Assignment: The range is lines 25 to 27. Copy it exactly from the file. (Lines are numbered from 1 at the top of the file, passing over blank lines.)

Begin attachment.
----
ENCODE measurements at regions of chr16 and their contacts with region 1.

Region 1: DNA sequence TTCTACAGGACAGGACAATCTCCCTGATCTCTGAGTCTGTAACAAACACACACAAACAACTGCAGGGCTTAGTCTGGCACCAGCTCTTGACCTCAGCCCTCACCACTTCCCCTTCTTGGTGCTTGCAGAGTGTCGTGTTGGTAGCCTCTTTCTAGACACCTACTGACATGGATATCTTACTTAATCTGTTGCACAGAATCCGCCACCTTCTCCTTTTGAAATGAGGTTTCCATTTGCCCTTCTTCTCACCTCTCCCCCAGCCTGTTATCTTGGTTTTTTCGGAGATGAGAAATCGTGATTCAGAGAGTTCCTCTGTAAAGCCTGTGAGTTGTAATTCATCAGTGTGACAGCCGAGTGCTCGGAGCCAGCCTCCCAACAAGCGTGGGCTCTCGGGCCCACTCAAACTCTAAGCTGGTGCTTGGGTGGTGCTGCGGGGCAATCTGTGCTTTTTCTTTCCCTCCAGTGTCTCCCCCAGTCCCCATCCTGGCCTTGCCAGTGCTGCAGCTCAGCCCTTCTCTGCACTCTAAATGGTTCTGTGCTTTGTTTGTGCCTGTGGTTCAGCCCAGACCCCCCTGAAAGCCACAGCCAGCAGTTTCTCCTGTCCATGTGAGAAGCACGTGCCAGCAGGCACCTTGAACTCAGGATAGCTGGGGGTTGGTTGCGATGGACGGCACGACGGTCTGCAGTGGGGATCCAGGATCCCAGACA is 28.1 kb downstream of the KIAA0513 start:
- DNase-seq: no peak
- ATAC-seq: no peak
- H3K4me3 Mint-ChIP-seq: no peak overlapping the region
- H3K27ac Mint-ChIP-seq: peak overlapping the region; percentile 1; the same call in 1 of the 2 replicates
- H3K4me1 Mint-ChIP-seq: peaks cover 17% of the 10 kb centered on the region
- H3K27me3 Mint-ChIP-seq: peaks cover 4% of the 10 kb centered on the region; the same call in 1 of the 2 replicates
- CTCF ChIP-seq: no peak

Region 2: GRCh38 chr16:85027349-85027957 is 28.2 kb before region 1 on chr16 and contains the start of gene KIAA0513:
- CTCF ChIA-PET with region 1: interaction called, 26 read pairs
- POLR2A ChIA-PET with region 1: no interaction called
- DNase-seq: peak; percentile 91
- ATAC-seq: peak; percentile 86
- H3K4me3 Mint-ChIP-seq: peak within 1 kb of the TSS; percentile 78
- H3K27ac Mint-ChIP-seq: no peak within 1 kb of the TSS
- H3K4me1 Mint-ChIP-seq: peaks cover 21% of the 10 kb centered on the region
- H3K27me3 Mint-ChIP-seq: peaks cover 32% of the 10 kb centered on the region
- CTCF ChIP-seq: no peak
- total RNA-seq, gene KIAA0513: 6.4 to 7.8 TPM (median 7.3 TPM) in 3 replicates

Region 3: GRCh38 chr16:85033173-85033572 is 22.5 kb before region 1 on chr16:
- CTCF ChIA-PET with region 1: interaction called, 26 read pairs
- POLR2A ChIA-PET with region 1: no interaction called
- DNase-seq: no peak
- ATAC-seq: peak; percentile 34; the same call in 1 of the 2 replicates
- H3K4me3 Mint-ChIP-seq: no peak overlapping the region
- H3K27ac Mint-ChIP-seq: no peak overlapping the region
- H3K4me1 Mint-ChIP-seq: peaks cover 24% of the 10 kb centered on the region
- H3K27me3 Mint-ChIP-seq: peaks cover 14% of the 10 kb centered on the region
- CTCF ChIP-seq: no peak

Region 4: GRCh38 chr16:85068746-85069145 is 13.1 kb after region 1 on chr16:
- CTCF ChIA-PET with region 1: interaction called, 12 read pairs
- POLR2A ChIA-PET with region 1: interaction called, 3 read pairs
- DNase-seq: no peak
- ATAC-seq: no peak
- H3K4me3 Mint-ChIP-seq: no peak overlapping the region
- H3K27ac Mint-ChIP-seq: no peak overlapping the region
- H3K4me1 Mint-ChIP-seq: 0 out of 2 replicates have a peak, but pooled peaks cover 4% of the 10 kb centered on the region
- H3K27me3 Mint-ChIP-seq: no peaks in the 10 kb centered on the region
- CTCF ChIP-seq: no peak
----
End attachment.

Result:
- ATAC-seq: peak; percentile 34; the same call in 1 of the 2 replicates
- H3K4me3 Mint-ChIP-seq: no peak overlapping the region
- H3K27ac Mint-ChIP-seq: no peak overlapping the region